By Jacob Katel
By Karli Evans
By Jose D. Duran
By Pablo Chacon Alvarez
By Kat Bein
By Abel Folgar
By Laurie Charles
In his 2005 book Killing Yourself to Live: 85% of a True Story, Chuck Klosterman writes, "There are only two really long songs that get played on classic-rock radio every single day." Namely, Led Zeppelin's "Stairway to Heaven" and Don McLean's "American Pie."
"I've noticed that nobody changes the station when 'American Pie' comes on," he points out, describing how folks typically endure the nearly nine-minute track just to sing along with the chorus. "However," he adds, "almost no one listens to 'Stairway to Heaven' all the way through," challenging "sociology grad students to look into" the phenomenon.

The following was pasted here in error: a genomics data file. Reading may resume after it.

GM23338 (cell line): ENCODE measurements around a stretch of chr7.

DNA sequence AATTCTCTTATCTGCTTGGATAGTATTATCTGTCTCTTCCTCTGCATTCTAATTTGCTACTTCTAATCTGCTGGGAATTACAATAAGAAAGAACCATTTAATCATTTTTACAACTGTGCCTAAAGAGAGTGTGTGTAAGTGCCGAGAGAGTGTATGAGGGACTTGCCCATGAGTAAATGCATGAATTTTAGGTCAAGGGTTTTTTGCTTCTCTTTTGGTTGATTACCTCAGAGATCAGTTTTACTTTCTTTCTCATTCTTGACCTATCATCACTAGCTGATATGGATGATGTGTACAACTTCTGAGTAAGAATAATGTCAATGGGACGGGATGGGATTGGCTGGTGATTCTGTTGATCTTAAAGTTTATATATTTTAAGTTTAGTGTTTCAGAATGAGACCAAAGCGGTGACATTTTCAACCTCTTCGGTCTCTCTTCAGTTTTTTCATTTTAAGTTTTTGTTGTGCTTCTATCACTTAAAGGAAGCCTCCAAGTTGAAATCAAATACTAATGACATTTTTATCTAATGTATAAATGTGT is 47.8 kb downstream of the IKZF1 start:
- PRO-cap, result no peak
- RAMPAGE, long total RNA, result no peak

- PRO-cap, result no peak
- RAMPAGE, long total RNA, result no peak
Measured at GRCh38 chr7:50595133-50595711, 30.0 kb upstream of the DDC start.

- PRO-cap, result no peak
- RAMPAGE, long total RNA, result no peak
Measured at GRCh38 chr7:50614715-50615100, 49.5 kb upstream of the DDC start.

To date, no scholarly research has been conducted — at least none that New Times could find. Moreover, the trend identified by Klosterman continues and McLean's seminal track, now 40 years old, remains one of popular music's most inescapable songs. Classic-rock stations still milk "American Pie," and everyone — from Madonna to Pearl Jam's Eddie Vedder — has covered the song.
Of course, though, McLean himself best tells the story of "the day the music died." And lucky for us, his is still alive.